In Bosnia and Herzegovina, of 200,000 people killed during the war, 17,000 were children. Moreover, a significant number of children who survived are suffering from severe psychological trauma produced by the exposure to war atrocities. According to a UNICEF survey, 7% of the children have lost one or both of their parents; 23% have been forced to leave their towns or villages; 60% have been in a situation in which they thought they would be killed. More than half of the children have been shot at by snipers. As a result 37% are severely clinically depressed, and a saddening 92% reported feeling so desperate that they often thought of killing themselves.

 With a this high prevalence of psychological trauma in the children exposed to war atrocities, there was an urgent need for mental health professionals (MHP) who were proficient in detecting and treating grief and psychosomatic behavioral and psychiatric conditions that are associated with trauma exposure. However, there were not enough trained mental health professionals in Bosnia and Herzegovina who could handle such a large number of psychological casualties. According to the reports of the Ministry of Health of Bosnia and Herzegovina, only a handful of MHP remained in the city of Sarajevo to serve 60,000 children exposed to war trauma. This disproportion between the number of MHP and the children in need of help created the necessity to train “lay therapists”.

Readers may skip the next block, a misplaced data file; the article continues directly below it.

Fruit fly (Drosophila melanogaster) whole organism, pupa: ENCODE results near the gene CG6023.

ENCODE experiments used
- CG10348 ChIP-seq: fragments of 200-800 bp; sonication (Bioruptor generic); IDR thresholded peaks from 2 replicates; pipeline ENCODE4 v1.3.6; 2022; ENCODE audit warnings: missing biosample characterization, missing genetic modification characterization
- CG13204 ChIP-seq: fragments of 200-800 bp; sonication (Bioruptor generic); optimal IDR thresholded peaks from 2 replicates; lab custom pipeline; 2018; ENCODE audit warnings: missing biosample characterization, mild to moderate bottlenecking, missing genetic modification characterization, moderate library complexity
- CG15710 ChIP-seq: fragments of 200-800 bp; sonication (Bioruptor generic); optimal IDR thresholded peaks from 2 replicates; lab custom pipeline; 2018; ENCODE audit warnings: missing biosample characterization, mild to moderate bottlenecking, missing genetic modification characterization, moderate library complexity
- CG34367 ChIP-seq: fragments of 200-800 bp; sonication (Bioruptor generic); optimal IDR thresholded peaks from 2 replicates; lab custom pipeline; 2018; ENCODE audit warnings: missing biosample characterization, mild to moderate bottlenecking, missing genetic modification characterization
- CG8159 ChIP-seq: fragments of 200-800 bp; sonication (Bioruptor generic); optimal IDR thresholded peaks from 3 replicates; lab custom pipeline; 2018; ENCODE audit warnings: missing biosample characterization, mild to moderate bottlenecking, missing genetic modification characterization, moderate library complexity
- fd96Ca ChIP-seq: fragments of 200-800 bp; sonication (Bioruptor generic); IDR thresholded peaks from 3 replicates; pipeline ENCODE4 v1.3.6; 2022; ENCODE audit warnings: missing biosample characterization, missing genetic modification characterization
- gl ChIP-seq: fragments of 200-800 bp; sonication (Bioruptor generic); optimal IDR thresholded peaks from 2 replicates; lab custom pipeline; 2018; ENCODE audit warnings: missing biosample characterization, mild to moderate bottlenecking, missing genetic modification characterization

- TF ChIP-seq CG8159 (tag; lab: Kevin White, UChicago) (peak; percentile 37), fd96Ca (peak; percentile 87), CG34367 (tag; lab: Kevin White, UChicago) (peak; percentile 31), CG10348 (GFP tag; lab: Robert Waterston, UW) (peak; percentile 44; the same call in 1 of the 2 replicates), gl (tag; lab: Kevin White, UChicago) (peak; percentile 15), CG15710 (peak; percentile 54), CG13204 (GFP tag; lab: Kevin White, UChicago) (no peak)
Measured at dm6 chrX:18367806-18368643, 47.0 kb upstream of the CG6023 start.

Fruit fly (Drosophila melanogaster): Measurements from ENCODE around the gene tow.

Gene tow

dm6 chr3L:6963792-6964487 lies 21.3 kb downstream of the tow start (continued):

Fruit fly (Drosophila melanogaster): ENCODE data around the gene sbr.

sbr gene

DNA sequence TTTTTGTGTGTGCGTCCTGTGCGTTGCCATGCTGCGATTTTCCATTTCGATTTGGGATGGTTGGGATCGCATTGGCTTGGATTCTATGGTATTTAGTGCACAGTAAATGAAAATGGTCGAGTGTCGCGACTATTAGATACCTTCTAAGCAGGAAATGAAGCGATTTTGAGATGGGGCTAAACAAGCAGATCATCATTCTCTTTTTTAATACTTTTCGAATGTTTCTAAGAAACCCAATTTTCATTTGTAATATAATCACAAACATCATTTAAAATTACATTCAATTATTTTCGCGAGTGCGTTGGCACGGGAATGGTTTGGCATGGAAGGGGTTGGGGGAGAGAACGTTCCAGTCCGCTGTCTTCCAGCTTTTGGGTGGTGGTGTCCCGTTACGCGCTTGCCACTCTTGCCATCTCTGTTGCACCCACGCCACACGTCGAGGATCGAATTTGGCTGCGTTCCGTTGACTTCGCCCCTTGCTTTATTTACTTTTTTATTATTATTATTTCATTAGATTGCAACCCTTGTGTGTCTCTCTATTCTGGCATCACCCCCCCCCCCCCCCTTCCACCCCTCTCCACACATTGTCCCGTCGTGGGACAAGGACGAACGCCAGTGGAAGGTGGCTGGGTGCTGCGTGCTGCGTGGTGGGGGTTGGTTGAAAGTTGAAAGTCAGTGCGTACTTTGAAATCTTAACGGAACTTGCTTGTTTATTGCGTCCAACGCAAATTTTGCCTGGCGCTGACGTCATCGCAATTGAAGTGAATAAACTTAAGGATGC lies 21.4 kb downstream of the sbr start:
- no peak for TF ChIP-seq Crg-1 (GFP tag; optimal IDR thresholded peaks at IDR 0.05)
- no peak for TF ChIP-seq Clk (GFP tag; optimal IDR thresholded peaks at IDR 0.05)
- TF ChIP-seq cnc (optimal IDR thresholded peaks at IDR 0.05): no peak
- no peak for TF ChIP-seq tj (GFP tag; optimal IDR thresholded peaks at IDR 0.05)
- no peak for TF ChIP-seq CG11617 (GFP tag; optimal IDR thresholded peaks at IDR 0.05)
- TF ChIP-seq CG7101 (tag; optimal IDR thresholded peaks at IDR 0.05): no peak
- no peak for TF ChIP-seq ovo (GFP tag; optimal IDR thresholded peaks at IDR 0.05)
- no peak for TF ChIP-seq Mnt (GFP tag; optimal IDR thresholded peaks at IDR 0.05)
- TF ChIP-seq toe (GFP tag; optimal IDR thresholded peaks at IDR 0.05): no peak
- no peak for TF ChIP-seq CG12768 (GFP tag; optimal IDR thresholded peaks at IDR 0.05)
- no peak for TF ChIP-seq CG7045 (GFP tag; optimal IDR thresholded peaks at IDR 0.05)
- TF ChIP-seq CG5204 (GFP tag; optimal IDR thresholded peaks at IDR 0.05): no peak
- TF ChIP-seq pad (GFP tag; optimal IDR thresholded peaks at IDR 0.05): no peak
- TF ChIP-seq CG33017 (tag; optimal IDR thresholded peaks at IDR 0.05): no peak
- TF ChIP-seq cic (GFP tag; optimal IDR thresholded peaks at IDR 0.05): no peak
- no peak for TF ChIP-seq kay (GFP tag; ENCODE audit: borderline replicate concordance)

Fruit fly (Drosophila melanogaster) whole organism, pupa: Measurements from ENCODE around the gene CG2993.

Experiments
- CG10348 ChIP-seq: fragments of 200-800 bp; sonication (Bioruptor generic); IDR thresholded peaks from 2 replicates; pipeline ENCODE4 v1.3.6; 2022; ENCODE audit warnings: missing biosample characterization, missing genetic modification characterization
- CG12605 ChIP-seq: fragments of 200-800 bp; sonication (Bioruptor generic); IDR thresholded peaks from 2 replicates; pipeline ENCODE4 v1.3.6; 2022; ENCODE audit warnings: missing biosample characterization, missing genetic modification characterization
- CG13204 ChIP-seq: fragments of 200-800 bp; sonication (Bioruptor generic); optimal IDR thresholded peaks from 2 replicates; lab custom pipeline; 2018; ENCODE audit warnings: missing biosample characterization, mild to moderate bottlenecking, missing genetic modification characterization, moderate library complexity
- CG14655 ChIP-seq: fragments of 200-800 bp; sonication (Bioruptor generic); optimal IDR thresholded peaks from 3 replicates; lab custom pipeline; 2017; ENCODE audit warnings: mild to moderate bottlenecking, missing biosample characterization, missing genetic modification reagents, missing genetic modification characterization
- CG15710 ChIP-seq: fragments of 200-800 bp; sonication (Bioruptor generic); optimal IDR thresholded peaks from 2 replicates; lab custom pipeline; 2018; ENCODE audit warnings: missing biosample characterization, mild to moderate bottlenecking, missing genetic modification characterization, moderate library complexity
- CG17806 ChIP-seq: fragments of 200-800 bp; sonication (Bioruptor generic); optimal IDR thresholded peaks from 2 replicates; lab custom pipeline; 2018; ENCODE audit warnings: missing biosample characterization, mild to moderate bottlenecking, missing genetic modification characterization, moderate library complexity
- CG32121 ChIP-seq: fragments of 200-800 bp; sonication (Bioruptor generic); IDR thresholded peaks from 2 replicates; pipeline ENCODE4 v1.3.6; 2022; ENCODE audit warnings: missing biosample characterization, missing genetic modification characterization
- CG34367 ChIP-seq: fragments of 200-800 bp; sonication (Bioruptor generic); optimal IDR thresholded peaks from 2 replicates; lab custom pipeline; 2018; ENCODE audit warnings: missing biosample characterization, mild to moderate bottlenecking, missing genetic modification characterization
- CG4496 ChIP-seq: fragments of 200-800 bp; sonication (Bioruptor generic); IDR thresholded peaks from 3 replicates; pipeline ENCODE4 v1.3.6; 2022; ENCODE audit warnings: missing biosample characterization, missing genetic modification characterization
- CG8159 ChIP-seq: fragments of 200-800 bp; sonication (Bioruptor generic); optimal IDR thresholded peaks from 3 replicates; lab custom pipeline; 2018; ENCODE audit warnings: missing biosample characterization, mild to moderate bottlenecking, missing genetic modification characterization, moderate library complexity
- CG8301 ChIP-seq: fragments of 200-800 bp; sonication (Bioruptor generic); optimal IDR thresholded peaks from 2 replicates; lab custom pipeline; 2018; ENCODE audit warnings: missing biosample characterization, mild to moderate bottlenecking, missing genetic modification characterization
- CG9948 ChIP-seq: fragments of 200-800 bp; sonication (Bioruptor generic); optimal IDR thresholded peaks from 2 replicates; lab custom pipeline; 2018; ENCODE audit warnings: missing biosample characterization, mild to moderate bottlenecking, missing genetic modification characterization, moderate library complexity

Consequently, a University of Missouri (UMC) team of mental health professionals, under the leadership of this author, a child psychiatrist by training developed a program to train teachers in diagnosing and treating children suffering from post-traumatic stress disorder (PTSD).